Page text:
What kills me is that there are a lot of zone defenses that are based upon similar premises... including that crappy Cover 2 that we ran last year.

I hope this helps you see how this can really maim a defense that seemed to be doing so well in the first half.
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Postby redskinz4ever » Sat Apr 03, 2004 3:55 pm

the only thing a prevent defense does is allow the other team another score and to get back in the game.REDSKINZ4EVER!!!
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Postby skinsfaninroanoke » Sat Apr 03, 2004 11:23 pm

Yep - and to me the freakin cover 2 run all the time with no pressure is only slightly better
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Postby welch » Tue Apr 06, 2004 8:15 pm

OK, folks, I'll post the old saying: "the prevent defense is intended to prevent yourself from winning".

Somebody had to say it, right?

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Postby curveball » Tue Apr 06, 2004 9:11 pm

The prevent serves a useful purpose and unfortunately gets "whipping boy" status from the fans.

Imagine how loudly everyone would be screaming if their team gave up an 80 yard TD pass in the last 2 minutes.

If the "prevent" was indeed so bad, why have coaches such as Gibbs, Parcells, Shula, Landry, and Noll employed it?

Maybe those five don't know anything about football.
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Postby DEHog » Wed Apr 07, 2004 6:30 am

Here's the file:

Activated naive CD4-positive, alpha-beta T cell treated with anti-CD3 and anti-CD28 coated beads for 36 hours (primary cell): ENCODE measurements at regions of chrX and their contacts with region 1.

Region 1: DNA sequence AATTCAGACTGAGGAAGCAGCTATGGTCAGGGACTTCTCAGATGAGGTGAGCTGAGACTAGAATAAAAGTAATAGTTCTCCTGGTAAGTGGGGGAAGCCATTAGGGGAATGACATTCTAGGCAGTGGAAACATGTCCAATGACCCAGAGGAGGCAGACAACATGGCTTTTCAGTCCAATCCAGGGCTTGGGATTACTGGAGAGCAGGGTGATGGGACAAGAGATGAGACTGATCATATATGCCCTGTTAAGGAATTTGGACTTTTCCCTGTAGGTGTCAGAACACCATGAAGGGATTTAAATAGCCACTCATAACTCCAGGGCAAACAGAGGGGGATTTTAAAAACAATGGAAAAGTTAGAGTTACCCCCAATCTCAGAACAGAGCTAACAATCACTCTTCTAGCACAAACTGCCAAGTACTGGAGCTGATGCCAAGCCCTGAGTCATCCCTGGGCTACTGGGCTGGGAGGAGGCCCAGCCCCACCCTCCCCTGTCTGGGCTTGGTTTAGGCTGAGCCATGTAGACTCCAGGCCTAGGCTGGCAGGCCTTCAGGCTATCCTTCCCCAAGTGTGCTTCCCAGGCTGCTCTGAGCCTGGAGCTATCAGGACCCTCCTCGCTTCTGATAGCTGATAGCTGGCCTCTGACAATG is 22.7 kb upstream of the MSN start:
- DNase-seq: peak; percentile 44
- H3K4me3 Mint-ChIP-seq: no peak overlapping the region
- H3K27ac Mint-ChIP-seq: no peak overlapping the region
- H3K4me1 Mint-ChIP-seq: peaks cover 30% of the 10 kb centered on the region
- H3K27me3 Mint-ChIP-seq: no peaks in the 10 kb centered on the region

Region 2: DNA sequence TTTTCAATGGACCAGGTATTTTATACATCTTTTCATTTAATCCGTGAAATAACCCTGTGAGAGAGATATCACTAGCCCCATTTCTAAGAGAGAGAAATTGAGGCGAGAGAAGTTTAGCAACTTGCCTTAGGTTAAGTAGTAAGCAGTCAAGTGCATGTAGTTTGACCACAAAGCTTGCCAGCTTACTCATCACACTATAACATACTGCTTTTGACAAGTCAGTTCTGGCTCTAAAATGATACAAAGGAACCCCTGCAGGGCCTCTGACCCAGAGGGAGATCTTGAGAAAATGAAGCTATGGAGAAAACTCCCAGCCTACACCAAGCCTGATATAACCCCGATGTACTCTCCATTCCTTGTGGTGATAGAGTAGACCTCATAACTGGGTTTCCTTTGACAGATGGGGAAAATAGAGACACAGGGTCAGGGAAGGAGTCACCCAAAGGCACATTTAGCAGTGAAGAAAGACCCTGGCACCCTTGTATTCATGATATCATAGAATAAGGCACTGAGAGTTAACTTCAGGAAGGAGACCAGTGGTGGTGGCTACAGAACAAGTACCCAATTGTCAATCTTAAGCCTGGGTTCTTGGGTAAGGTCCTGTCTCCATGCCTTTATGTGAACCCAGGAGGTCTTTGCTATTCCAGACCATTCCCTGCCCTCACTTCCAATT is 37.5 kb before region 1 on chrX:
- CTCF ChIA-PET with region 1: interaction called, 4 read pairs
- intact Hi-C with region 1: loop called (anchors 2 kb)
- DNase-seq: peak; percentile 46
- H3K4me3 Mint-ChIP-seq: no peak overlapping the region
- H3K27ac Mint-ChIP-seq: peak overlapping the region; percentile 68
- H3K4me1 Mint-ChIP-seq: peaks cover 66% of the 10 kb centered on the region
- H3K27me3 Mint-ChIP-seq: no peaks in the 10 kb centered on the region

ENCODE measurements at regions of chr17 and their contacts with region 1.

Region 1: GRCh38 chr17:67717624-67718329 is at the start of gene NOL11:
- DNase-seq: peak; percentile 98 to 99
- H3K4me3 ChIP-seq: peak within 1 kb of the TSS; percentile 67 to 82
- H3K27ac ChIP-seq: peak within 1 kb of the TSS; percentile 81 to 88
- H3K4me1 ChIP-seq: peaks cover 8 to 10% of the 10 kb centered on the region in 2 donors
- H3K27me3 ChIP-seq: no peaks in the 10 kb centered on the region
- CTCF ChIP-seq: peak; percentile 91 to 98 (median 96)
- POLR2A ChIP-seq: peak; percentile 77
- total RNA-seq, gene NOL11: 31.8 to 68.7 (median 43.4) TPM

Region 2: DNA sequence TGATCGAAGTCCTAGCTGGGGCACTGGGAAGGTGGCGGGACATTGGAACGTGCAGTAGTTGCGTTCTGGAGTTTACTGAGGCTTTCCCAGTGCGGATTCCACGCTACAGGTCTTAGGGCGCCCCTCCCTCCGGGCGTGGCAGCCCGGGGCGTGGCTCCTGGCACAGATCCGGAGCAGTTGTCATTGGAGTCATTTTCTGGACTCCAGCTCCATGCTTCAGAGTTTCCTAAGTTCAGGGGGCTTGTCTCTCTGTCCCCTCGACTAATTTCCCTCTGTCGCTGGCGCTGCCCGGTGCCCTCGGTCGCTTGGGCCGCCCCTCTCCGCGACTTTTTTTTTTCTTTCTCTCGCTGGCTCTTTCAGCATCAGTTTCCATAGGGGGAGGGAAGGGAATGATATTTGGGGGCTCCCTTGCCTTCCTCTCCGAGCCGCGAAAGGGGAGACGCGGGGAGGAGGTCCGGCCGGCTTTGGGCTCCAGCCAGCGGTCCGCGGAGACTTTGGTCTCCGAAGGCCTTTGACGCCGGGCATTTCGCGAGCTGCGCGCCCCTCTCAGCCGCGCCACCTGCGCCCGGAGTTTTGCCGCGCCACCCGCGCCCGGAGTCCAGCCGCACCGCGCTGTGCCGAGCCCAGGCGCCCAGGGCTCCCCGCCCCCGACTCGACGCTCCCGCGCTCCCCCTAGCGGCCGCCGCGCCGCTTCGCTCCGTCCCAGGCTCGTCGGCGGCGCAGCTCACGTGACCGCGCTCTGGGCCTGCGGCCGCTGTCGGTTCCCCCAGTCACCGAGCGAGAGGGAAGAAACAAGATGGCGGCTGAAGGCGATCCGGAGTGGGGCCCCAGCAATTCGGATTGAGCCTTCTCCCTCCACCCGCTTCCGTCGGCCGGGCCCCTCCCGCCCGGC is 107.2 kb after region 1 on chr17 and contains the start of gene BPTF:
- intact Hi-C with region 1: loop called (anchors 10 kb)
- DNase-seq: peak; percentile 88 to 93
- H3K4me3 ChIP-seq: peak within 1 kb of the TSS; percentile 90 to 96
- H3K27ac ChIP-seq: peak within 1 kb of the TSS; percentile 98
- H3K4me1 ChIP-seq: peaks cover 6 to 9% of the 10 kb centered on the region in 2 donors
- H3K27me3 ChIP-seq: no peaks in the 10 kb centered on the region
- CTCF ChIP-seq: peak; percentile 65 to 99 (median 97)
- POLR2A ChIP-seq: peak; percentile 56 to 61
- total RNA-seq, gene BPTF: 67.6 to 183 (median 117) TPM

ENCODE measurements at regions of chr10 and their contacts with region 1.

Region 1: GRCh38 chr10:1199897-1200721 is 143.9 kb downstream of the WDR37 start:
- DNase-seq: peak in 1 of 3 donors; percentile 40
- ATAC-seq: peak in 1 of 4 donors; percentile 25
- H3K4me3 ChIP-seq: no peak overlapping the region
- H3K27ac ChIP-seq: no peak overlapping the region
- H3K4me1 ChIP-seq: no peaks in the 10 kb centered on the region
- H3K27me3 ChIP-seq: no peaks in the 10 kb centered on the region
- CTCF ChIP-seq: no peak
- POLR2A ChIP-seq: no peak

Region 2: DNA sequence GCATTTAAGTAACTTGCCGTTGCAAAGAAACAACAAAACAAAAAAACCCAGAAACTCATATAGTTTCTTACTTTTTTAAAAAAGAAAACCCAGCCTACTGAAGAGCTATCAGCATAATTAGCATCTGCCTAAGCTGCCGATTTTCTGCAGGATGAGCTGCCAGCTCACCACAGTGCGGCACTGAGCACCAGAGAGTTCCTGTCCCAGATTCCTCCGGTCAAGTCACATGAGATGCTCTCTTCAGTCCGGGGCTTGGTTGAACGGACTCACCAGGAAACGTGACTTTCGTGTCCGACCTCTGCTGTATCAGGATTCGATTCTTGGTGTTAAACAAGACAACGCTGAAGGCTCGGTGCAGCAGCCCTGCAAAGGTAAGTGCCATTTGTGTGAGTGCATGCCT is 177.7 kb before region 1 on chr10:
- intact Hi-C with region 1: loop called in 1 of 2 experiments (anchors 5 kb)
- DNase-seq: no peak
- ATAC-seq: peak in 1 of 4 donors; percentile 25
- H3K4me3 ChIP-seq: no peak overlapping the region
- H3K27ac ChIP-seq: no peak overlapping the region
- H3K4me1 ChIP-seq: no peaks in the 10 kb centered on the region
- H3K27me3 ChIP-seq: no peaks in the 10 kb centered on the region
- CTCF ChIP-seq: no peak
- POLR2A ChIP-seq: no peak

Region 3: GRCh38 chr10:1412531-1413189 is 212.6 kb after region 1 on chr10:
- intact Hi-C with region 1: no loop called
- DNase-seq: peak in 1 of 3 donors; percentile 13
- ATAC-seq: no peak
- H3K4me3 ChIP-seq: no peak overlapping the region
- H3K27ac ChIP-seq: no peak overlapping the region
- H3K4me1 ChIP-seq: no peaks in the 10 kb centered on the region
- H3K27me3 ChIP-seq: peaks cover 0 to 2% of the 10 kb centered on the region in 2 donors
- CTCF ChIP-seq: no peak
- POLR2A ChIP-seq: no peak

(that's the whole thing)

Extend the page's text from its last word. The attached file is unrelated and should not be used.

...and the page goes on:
One reason I think D coaches play prevent is to shorten the field. If their up by more then a field goal they have no problem playing a prevent and letting the other team get down in scoring position...I don't like it but it shortens the field giving the D much less real estate to cover.
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Postby Irn-Bru » Thu Apr 08, 2004 3:02 am

Also, the prevent D makes a lot of games look closer than they ever really are, in my opinion. One of its main advantages is that you force the other team to use a lot of time by making them throw over the middle. It can be frustrating to watch a ton of completions over the middle as a team cruises its way to the first of two touchdowns that it needs to win, but remember that these drives can soak up 4-8 minutes of clock time (or so).

A good example of this, I believe, was the Skins-Patriots game this past fall. We were up by (2 touchdowns? 10 points? something. . .), and I believe that we let them have a touchdown. When a drive of ours stalled (thanks to a questionable call by the ref taking away a beautiful Coles reception), the Patriots again rallied against what looked to me like a cover 2 or prev. defense. The drive ended on an interception over the middle, which wasn't just a lucky fluke for us. Tom Brady, running out of time thanks to our prevent defense, was forced to throw questionable balls in a chance to score. He lost that gamble. The game looked very close, but in reality the chances of the Pats winning were slim (in my opinion), due to the nature of the prevent D.

Yes, sometimes those teams win and our D looks awful. I don't really like the prevent D, but I think one should recognize how it can force the opposing team to be hasty with the ball, giving your D its best chance to make plays.

As my man Huff (and as welch) has said: "All prevent defense prevents is winning."